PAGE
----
Christy and Dirk in the Southwest Couloir of Peak C.
Christy, Dirk and I had a great trip to the Gores recently, and tagged the summit of Peak C, 13,220 ft., described as “the gem of the Gore Range” according to Dave Cooper’s Colorado Scrambles guide. It was an interesting peak and well worth climbing, and I once again wondered why it is that there are so many distinct and aesthetic mountains without more proper names. Christy, not unexpectedly, felt the current designation was just fine, for the obvious reason that she shared the same first initial.
So in search of something new, and a night out camping, to Peak C we went. Starting at Piney Lake, just north of Vail, we headed up into the basin that frames “C” and its neighbor, Mount Powell, the highest summit of the Gores. After setting up camp and ditching most of our weight, we made a quick afternoon trip up steep scree to the aptly named Kneeknocker Pass, between Powell and “C”, to recon the planned route, and take a look at Powell.
The following morning we had an awesome time climbing steep snow up two different couloirs, which for the late July date felt like a novelty, and which might have only been improved by bringing our skis for the descent.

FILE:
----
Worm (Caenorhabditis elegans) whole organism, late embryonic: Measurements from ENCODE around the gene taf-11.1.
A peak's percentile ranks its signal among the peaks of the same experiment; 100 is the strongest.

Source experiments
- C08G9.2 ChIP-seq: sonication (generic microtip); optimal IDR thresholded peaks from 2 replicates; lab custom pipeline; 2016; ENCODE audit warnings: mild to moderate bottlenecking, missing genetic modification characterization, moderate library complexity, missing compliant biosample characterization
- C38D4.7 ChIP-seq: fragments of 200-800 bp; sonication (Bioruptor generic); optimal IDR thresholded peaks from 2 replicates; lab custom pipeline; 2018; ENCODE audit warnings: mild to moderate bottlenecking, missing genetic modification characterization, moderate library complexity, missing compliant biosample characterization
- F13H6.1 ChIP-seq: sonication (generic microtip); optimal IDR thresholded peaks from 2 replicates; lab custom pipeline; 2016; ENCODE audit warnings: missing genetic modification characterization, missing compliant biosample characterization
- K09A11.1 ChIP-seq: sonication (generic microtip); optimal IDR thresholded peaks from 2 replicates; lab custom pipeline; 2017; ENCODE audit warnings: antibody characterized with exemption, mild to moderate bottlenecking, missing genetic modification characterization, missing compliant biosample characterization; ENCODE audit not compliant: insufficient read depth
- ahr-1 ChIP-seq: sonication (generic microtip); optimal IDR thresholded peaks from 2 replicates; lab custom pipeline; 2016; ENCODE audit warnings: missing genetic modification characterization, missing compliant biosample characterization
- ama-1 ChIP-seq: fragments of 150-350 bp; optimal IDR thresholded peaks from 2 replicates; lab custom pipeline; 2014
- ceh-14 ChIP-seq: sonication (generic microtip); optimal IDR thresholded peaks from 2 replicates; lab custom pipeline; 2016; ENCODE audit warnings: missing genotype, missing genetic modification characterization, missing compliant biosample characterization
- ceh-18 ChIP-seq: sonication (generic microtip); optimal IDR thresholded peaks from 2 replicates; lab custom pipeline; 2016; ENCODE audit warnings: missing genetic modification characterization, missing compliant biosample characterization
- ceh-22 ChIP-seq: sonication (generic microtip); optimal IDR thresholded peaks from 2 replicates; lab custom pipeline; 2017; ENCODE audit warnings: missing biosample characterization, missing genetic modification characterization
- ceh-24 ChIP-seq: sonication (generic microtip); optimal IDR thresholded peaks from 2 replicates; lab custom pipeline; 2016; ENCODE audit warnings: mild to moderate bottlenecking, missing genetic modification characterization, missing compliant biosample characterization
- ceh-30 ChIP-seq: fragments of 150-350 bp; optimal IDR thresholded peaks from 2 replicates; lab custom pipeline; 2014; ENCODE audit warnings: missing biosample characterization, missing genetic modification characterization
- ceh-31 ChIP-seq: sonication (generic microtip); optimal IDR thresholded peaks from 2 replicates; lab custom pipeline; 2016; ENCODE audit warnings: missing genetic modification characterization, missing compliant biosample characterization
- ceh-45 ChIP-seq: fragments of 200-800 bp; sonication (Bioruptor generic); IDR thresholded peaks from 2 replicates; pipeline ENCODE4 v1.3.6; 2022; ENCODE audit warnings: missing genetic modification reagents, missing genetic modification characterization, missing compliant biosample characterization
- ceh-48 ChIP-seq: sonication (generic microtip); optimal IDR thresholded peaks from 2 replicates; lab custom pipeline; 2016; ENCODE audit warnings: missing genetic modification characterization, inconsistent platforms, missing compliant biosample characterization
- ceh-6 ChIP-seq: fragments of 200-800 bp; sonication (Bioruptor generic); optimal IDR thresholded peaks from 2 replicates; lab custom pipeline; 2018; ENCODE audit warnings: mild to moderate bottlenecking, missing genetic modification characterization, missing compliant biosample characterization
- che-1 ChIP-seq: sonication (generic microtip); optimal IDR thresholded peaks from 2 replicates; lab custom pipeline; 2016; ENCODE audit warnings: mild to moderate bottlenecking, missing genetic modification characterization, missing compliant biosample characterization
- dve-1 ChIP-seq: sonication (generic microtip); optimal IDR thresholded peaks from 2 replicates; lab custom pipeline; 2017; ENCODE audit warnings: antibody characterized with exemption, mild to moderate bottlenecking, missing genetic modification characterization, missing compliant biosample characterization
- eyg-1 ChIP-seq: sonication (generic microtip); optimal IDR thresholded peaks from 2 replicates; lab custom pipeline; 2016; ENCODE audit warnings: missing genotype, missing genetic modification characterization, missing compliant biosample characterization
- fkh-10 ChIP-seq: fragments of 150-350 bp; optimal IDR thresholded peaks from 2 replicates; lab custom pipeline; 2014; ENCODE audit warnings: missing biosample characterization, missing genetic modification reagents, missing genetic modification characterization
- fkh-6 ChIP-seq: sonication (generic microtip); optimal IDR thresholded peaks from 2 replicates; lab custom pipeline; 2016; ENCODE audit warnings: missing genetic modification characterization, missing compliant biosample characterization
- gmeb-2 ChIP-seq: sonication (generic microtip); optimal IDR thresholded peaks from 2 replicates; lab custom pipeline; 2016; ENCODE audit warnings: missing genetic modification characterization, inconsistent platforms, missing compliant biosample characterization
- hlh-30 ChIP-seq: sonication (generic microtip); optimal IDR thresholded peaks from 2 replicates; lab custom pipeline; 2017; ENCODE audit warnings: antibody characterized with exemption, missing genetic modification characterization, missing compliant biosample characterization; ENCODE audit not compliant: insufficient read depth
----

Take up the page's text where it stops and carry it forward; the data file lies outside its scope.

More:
Peak C in its evening glory as seen from near our camp. The upper couloir, seen in the 1st photo of the post, is deep in the cleft to the right, and leads up to the obvious notch. We exited the couloir before the notch and climbed up near the right skyline to the summit.
The climb was fun, but the camping was just as much a goal of the weekend. The three of us hadn’t been out together since the Bugs-Rogers Traverse. With Dirk in charge of dinner, a familiar menu was served. Note the spruce garnish.
The next day we were up and going early. The weather was perfect, and with a massive heat wave everywhere, it was pretty cool to be climbing on snow, both literally and figuratively. Dirk, seen here, climbs to the top of the lower couloir that accesses the Southwest Ridge.
Peak C from a far. The lower couloir is out of sight (where the indicated route disappears) and the upper couloir is visible climbing towards the notch, to the right of the summit. Kneeknocker Pass is the lower saddle to the left.
C, atop C, with the Gore Range stacked up behind. Still lots of snow out there.
And a quick glissade down the lower couloir wrapped up a pretty cool morning. Would skis have been worth hauling in here? We weren’t sure, but both couloirs were in pretty good shape.
And the unplanned highlight of the weekend, after years of tracking wild flowers, we finally saw the elusive “Fairy Slipper” wild orchid.